Watch No For Free
In 1988, Chilean military dictator Augusto Pinochet, due to international pressure, is forced to call a plebiscite on his presidency. The country will vote ‘Yes’ or ‘No’ to Pinochet extending his rule for another eight years. Opposition leaders for the ‘No’ vote persuade a brash young advertising executive, Rene Saavedra, to spearhead their campaign. Against all odds, with scant resources and while under scrutiny by the despot’s minions, Saavedra and his team devise an audacious plan to win the election and set Chile free.
You are watching: No
Also starring Gael García Bernal
Also starring Alfredo Castro
Also starring Néstor Cantillana
Interesting and informative movie about the events that started the transition in Chile from the dictatorship to the democracy.
political idealism in a mass media era---This movie is brilliant and it is relevant today as never before. I don't think it praises or prioritizes political marketing over political idealism or grassroots activism. It is a very realistic depiction of politics in mass media era -a bit cynic maybe- (Surely, the yes vote became possible in Chile not just because of a single ad. But this is a movie=dramatization). A viewer can and should watch a movie critically. She has to learn to evaluate and fill the absences herself; see the underlying points and judge whether it ultimately tries to destroy the reality, mislead us or not.For me, this is quite an intelligent, thought-provoking, self-reflexive product. And, it is especially relevant for us, living in Turkey, at this very moment, before a referendum in which our leader wants to establish a one-man rule through one.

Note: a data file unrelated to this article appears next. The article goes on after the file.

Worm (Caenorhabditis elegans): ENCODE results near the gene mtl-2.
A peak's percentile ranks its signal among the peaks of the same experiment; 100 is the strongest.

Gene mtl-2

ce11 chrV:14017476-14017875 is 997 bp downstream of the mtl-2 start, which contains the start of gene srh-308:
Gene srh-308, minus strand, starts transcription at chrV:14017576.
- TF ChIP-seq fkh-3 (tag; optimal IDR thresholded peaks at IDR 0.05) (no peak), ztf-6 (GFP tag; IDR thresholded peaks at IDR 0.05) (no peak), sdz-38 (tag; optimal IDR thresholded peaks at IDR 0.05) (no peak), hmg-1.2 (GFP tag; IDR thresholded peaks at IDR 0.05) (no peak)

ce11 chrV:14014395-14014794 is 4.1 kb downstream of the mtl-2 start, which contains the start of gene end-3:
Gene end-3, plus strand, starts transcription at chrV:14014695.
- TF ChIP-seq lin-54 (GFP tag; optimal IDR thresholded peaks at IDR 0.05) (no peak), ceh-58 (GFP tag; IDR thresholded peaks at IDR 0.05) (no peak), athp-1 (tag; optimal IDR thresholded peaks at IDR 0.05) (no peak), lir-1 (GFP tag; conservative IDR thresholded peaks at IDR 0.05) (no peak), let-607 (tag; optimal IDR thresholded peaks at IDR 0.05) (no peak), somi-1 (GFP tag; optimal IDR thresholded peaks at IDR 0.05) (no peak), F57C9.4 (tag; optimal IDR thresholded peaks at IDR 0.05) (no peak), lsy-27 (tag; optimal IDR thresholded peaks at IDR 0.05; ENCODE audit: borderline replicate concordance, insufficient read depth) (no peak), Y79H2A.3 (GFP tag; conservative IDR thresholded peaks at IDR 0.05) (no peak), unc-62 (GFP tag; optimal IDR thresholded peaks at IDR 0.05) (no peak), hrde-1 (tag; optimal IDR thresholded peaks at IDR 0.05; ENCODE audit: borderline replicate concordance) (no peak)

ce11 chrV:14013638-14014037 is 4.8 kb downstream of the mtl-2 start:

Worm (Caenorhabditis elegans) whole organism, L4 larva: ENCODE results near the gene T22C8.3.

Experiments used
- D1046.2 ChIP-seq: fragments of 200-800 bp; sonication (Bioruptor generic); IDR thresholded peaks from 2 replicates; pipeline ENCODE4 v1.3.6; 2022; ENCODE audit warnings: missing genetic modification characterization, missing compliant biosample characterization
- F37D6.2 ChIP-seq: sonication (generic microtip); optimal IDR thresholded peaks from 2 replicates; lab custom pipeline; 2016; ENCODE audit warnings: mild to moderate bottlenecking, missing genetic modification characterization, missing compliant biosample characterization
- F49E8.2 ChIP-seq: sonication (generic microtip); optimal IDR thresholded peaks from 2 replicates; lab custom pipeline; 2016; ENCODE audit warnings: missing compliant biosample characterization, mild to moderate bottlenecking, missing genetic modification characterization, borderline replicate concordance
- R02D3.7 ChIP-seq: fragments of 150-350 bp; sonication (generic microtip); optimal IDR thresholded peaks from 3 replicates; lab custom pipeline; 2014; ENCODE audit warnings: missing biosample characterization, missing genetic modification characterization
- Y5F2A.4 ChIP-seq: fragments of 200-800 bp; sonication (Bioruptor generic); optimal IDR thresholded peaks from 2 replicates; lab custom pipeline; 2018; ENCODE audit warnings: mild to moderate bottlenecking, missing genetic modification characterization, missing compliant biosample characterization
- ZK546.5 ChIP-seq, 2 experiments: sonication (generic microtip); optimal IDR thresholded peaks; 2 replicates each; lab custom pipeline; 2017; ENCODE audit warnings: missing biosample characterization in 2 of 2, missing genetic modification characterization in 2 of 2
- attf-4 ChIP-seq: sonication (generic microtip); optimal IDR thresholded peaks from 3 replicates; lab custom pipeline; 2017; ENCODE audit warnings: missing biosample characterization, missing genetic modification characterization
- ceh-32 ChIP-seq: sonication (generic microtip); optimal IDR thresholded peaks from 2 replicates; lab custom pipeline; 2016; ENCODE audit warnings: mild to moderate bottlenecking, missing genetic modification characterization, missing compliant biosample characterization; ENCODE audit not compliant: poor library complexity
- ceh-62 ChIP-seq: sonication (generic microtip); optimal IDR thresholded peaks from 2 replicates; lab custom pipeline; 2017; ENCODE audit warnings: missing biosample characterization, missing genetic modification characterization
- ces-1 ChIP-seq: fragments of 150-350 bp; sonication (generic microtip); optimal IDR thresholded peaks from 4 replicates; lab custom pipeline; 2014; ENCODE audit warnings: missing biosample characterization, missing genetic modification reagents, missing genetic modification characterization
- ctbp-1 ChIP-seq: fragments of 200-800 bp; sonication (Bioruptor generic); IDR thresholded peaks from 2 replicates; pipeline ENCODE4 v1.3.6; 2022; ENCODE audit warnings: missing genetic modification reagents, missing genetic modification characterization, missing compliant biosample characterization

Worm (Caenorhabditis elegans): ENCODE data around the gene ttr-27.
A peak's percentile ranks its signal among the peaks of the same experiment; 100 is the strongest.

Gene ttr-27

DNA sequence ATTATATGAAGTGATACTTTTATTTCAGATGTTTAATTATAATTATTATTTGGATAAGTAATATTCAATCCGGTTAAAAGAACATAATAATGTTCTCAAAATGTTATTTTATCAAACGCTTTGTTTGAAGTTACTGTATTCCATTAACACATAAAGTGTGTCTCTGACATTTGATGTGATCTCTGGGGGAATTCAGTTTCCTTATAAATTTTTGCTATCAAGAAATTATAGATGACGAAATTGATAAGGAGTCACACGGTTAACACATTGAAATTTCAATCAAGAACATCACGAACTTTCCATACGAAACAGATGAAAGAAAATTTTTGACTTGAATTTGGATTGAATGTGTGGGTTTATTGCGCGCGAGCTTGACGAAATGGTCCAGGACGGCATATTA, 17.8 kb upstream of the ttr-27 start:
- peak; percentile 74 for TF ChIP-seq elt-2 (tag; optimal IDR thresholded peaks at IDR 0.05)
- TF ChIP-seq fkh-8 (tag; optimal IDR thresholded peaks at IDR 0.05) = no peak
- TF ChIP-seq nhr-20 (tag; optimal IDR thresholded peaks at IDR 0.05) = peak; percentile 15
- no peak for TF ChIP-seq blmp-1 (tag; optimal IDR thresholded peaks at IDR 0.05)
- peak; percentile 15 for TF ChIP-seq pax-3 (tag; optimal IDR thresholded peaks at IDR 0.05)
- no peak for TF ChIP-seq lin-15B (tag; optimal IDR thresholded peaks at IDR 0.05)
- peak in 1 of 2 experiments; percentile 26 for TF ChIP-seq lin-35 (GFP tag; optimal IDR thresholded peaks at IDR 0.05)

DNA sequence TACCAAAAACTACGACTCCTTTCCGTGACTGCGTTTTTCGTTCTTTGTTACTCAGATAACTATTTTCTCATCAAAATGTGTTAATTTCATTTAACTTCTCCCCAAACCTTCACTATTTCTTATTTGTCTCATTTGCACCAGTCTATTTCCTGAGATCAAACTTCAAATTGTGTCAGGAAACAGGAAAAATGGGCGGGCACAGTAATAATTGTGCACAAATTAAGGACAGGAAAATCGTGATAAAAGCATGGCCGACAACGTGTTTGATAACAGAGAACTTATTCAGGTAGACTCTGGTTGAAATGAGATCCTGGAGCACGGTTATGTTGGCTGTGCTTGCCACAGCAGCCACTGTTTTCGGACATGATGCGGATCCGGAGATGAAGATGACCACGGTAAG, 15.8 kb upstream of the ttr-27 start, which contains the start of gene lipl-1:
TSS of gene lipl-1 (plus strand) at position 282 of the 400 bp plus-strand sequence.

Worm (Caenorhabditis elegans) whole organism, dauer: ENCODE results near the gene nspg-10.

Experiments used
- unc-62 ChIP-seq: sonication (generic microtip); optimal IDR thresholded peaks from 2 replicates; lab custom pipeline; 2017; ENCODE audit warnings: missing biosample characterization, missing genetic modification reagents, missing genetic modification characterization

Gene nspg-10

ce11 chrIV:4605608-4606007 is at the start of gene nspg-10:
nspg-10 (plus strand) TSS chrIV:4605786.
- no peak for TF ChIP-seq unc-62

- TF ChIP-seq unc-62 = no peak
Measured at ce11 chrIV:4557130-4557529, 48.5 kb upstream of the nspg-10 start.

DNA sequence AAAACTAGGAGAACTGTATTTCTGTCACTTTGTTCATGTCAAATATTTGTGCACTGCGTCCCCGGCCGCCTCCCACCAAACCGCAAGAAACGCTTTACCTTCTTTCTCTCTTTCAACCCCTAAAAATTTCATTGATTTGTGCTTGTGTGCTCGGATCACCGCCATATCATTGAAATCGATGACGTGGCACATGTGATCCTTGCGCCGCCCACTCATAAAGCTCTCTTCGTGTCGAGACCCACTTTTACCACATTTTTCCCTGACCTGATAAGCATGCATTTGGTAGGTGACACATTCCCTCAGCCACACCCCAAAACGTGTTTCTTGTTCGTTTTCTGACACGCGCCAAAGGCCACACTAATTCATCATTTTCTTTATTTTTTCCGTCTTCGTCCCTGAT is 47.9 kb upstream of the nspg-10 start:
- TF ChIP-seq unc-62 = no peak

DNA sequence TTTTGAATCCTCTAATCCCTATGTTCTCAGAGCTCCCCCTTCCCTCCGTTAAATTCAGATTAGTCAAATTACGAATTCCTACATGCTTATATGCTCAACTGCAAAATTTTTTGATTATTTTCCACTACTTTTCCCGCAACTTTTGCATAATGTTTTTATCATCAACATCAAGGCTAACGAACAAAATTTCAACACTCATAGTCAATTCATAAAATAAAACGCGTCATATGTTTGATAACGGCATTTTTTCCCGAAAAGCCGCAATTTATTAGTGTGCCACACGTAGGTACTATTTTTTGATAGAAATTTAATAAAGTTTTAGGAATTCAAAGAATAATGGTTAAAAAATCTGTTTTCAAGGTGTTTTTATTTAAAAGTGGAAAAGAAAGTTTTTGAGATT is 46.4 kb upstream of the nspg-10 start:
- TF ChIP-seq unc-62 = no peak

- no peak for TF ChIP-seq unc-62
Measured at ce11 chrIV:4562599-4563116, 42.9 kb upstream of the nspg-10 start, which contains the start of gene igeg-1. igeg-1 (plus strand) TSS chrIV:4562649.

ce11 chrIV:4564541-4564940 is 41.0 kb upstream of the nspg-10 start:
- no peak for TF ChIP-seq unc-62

It's a Yes from me---This is a well-made, stylistically heavy, slightly whimsical view of the the 1988 plebiscite to unseat Pinochet as Chile's autocratic military ruler. The first thing to say is that as a period piece, the late 80's are rendered in all their grainy, blotchy glory using what I can only assume is technology from that time, and while at times this can be a bit off-putting (the wobbly camera work is reminiscent of "found footage" type movies) eventually it becomes just part of the furniture.It is also a satirical look at the advertising industry, not just in Chile, but in general. One of the leading lights of the industry in Chile is Gael Garcia Bernal's character who is approached to run the No campaign. He applies all of his cynical abilities in selling "No" as a product to the undecided or the non-voters, much to the disgust of those who have suffered brutally at the hands of Pinochet's regime. He is also pitched against the owner of the advertising agency he works for who decides to work for the Yes campaign.We get a very narrow view of the plebiscite here. There's no real look at how all of the political parties (12 or so) that are against Pinochet all managed to unite for the single cause. The focus is very much on the campaign itself and the pressure put on the campaigners by the Government and the Yes side. The scenes of the protests and riots are brilliantly shot, mixing old newsreel with staged shots.There are plenty of funny moments too, particularly when they are first trying to decide on a theme for the No campaign and the ideas they are coming up with are laughable.Well worth a look.